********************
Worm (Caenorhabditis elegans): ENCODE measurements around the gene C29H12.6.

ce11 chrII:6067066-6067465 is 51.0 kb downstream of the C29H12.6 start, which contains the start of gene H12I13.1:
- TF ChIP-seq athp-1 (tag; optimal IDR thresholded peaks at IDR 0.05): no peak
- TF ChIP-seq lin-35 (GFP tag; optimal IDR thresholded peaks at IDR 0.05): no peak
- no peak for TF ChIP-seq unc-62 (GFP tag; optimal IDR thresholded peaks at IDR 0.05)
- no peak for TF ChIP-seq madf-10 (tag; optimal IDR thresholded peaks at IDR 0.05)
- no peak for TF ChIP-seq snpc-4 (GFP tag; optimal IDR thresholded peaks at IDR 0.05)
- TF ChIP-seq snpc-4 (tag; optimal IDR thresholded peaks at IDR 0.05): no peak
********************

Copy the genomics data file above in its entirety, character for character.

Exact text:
Worm (Caenorhabditis elegans): ENCODE measurements around the gene C29H12.6.

ce11 chrII:6067066-6067465 is 51.0 kb downstream of the C29H12.6 start, which contains the start of gene H12I13.1:
- TF ChIP-seq athp-1 (tag; optimal IDR thresholded peaks at IDR 0.05): no peak
- TF ChIP-seq lin-35 (GFP tag; optimal IDR thresholded peaks at IDR 0.05): no peak
- no peak for TF ChIP-seq unc-62 (GFP tag; optimal IDR thresholded peaks at IDR 0.05)
- no peak for TF ChIP-seq madf-10 (tag; optimal IDR thresholded peaks at IDR 0.05)
- no peak for TF ChIP-seq snpc-4 (GFP tag; optimal IDR thresholded peaks at IDR 0.05)
- TF ChIP-seq snpc-4 (tag; optimal IDR thresholded peaks at IDR 0.05): no peak